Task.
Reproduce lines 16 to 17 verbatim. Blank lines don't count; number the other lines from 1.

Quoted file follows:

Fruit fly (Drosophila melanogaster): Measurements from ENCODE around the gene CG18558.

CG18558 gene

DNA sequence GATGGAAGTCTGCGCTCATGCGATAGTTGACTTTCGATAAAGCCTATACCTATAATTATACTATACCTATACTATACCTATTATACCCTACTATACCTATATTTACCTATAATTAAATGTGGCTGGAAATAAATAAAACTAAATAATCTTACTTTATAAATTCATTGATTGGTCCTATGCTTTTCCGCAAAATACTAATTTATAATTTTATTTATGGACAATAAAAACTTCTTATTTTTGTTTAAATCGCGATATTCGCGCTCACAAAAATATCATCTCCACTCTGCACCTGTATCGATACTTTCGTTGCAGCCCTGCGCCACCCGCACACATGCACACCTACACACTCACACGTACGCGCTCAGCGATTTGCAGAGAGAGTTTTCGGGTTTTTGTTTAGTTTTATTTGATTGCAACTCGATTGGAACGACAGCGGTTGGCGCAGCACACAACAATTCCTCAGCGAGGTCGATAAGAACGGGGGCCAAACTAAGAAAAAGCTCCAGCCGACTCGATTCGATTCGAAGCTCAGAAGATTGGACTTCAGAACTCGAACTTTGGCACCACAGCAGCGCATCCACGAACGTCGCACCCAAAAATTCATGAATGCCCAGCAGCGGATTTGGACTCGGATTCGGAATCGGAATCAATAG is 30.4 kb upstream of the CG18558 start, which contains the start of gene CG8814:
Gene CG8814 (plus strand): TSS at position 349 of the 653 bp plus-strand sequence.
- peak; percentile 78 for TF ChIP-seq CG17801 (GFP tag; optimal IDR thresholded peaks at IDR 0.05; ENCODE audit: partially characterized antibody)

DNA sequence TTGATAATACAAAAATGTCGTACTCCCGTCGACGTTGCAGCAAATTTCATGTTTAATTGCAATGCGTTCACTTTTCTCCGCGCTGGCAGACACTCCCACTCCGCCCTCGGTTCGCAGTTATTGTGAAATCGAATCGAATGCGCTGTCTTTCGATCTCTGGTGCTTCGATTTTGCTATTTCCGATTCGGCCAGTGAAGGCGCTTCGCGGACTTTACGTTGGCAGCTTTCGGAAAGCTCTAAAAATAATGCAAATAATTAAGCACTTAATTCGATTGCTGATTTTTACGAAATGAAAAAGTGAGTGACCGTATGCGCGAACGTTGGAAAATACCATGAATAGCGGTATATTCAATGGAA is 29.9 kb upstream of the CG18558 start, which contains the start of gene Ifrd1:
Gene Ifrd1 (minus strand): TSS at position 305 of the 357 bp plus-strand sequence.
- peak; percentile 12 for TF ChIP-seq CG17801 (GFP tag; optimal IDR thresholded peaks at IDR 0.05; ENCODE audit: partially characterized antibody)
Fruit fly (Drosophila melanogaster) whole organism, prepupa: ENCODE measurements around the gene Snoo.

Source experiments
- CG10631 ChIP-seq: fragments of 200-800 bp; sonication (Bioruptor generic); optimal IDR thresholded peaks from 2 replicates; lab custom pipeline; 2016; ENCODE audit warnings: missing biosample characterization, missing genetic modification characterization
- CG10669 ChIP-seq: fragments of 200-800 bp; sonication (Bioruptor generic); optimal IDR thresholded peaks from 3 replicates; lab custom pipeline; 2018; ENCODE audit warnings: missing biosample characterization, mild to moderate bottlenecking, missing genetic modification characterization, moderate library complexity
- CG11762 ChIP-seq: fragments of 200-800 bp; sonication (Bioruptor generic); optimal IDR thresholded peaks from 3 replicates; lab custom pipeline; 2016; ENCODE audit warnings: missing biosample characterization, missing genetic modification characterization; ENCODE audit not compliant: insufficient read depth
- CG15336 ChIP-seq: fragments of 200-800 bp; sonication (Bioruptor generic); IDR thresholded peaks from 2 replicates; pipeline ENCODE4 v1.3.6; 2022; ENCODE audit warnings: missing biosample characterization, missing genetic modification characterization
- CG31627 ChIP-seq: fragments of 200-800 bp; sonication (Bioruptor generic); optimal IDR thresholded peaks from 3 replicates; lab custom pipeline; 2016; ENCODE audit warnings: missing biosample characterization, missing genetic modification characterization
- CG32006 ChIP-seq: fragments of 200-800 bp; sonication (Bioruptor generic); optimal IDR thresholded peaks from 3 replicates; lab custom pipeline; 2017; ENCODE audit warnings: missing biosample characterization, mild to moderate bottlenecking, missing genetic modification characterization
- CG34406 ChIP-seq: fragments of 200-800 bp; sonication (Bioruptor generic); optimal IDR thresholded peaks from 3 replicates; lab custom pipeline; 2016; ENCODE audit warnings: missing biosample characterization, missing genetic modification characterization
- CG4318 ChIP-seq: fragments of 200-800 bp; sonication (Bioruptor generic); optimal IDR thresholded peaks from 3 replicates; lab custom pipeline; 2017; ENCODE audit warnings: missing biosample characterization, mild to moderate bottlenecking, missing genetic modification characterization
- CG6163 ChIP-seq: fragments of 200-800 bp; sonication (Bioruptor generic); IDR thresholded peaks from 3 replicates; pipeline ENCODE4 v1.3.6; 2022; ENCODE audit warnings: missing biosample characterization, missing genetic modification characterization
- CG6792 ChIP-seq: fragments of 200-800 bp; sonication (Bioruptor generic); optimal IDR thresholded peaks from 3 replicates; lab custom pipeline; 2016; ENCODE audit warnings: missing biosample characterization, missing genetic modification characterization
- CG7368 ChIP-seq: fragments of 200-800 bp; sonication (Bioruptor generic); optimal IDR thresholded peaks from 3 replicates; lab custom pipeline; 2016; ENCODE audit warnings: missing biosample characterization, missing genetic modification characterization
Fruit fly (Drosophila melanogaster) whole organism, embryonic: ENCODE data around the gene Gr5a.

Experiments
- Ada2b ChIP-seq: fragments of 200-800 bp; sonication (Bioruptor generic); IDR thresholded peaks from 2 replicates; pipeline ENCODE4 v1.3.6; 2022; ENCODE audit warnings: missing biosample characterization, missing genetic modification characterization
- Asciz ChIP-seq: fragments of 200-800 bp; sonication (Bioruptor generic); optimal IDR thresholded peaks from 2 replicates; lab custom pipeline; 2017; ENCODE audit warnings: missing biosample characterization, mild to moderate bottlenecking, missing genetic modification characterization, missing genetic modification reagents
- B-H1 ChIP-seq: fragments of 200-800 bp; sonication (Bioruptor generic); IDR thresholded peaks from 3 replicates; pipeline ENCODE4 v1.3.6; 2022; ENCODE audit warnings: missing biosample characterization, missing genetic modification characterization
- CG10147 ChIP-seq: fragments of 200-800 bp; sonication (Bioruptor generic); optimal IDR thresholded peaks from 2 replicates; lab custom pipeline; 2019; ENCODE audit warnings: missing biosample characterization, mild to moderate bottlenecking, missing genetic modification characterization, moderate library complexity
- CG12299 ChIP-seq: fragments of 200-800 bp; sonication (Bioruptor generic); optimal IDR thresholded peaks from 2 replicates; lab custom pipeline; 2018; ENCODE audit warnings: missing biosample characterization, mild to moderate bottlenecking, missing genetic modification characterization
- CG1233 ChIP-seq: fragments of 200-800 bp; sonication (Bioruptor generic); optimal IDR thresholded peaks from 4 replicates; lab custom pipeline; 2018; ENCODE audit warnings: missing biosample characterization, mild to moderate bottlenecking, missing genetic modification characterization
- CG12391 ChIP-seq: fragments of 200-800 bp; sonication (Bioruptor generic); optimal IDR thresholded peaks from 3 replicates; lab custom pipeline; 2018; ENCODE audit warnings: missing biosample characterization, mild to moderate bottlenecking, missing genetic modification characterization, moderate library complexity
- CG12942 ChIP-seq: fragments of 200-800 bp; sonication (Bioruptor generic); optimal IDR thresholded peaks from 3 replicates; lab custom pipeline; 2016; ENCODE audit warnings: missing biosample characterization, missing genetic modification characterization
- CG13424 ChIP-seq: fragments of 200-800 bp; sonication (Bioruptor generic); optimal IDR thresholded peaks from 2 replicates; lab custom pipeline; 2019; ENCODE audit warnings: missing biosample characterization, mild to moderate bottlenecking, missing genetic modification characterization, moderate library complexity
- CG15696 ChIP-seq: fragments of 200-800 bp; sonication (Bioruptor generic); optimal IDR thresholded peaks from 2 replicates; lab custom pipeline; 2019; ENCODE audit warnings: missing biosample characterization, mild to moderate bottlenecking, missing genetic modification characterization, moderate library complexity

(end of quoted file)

- CG32006 ChIP-seq: fragments of 200-800 bp; sonication (Bioruptor generic); optimal IDR thresholded peaks from 3 replicates; lab custom pipeline; 2017; ENCODE audit warnings: missing biosample characterization, mild to moderate bottlenecking, missing genetic modification characterization
- CG34406 ChIP-seq: fragments of 200-800 bp; sonication (Bioruptor generic); optimal IDR thresholded peaks from 3 replicates; lab custom pipeline; 2016; ENCODE audit warnings: missing biosample characterization, missing genetic modification characterization